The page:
Thanks for the 2 million signatures for Saving the Arctic.
When you’re as far north as we are right now, communications come to you like telegrams; they’re few and far between, and only the most important make it through. So when Steve, the radio operator on board the Arctic Sunrise, hand-delivered me a message today, I knew it was going to be good. “Two million people have now signed the petition to protect the Arctic!” Continue reading →
A polar bear and her cub walk across melting ice floes above the Arctic Circle north of Russia on Sept. 11, 2012, as sea ice continued to melt below the previous record set in 2007. On September 16, scientists determined that the sea ice had reached the minimum for the year, a loss of at least 45 percent since records began. This new record is not likely to stand long.
Polar Bears pass near the Arctic Sunrise
Daniel Beltrá captured the September 2012 Photo of the Month with the Greenpeace Ship Arctic Sunrise beyond the bears. The combination of the iconic endangered species facing extinction as its habitat melts away and the ship’s scientific mission at the sea ice edge to witness and measure the climate extreme is amazing.
The Arctic Sunrise navigates through the Arctic during the lowest sea ice level on record
Two of the scientists traveling with Greenpeace on the Arctic Sunrise are Dr. Julienne Stroeve, a research scientist at the US National Snow and Ice Data Centre (NSIDC), and Nick Toberg, an ice scientist at Cambridge University. I asked them what research they would be able to do on the ice, and for some insight into why Arctic sea ice is so important, and what impact the melting would have on our climate.
What will you be doing on the ice? Julienne: I’ll be measuring ice thickness – it’s a more important measure than ice extent as it tells you about volume (total) loss. I can measure thickness in different spots by drilling with a hand augur, which can go two metres deep. I also hope to look at snow thickness, whether there are melt pools on the ice and whether they are frozen. As the ship is traveling we will also measure the ocean temperatures.
Nick: We will test impact of ocean waves as they hit the ice edge, using buoys fitted with accelerometers. This will fill in the missing physics of how the strength of the waves adds to the ice breaking up and melting. Broken ice reflects sunlight less well as the sun’s rays are absorbed into the ocean beneath. The lack of ice creates even stronger waves which break the ice up more the following year. Continue reading →
Greenpeace polar bears pay a visit to oil giant Gazprom's headquarters in Moscow
I was on board our ship Arctic Sunrise, rolling on the swell of the eastern Barents sea, far north in the Russian Arctic, looking through the binoculars at a rusting hulk of Prirazlomnaya, the first ice-capable permanent oil platform to be placed in the Arctic ocean.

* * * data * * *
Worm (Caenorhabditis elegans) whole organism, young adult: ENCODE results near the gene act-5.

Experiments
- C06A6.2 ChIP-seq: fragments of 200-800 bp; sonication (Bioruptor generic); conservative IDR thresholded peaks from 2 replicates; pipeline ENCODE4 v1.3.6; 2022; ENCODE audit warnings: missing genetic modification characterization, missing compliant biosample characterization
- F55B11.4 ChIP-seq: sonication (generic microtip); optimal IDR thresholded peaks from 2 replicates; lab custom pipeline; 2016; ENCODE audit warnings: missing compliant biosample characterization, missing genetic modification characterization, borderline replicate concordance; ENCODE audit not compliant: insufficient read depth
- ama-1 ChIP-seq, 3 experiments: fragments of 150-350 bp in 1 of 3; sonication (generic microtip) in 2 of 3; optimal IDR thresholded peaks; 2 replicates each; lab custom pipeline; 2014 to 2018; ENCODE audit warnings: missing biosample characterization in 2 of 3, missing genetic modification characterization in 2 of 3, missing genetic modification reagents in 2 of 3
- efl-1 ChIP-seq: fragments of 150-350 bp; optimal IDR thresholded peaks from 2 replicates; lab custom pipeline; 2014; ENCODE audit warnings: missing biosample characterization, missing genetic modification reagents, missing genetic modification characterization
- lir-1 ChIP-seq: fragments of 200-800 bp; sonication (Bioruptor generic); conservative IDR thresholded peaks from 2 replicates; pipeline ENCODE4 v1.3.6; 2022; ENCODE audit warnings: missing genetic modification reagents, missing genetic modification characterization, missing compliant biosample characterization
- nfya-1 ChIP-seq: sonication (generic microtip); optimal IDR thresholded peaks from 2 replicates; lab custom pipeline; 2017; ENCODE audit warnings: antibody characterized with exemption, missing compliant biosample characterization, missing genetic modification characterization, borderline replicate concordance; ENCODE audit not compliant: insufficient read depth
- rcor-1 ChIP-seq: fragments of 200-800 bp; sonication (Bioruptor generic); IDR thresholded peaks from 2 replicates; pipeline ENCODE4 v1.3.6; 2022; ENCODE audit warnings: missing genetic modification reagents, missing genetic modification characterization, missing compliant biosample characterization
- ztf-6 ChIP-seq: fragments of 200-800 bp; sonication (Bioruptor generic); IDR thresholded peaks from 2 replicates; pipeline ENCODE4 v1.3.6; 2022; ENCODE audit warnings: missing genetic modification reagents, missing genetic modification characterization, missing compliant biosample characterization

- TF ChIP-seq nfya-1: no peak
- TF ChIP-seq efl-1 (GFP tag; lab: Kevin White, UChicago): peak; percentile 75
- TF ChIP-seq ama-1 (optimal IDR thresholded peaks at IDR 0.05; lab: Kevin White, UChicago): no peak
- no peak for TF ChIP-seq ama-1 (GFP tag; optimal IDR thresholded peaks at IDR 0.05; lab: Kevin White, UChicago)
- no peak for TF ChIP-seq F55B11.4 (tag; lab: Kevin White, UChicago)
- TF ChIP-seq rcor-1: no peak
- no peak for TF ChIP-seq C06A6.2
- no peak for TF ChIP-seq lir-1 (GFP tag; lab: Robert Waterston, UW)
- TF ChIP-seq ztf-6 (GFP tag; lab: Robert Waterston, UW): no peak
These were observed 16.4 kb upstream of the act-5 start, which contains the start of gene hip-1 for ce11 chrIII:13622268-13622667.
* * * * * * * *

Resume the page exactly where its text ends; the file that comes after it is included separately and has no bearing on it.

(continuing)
The monstrous steel cube, rising up like a futuristic metal fortification from the pristine Arctic waters was more than just an eye-sore. It was a personification and a perfect example of the industrialization that this extremely sensitive environment is exposed to, not least by the oil giants who are more and more fixing their gaze on the far North of the planet, as the climate-change driven ice-melt is making the Arctic Ocean open to navigation for some months every year. Continue reading →
This evening, 15 hours after boarding Gazprom’s Arctic oil platform in the Pechora Sea, six Greenpeace International activists including Greenpeace International executive director Kumi Naidoo voluntarily left the platform. In freezing temperatures, the climbers were constantly hosed with water by Gazprom workers who appeared more intent on endangering the safety of peaceful activists than operating the platform above.
To avoid unnecessary risk in these freezing Arctic conditions the activists have decided to come down. The same cannot be said of Gazprom, which appears determined to continue its reckless drilling programme in one of the most fragile places on earth. The bravery of all of these climbers interrupted a major Arctic oil operation and by doing so brought the world’s attention to this era defining issue. This occupation was just one part of a new movement to save the Arctic that will not be intimidated by water cannons or other forms of corporate brutality.
This week as our crew on the Arctic Sunrisehighlights the mass plundering taking place at sea by European super trawlers in West Africa; our team on land in Senegal and Mauritania have met some of the communities who have been affected by this modern day pillage.
They met local fishermen who are forced to go further out to sea in their traditional boats as their local waters have been dramatically overfished by foreign vessels. Some of these trawlers – many from Europe – are literally floating fish factories, capable of catching, processing and freezing 250 tonnes a day. Continue reading →
Our ship, the Arctic Sunrise is currently in Mauritanian waters, to highlight the problems of overfishing emptying African seas. Vast factory-style fishing boats are trawling out fish at an alarming rate and decimating local ecosystems and livelihoods in the process.
The campaign team at sea have already encountered a number of these super trawlers, in the seas off Senegal last week. Boats from as far away as Russia and China fish these waters, but scandalously the EU is also exporting its own overfishing to West Africa. Continue reading →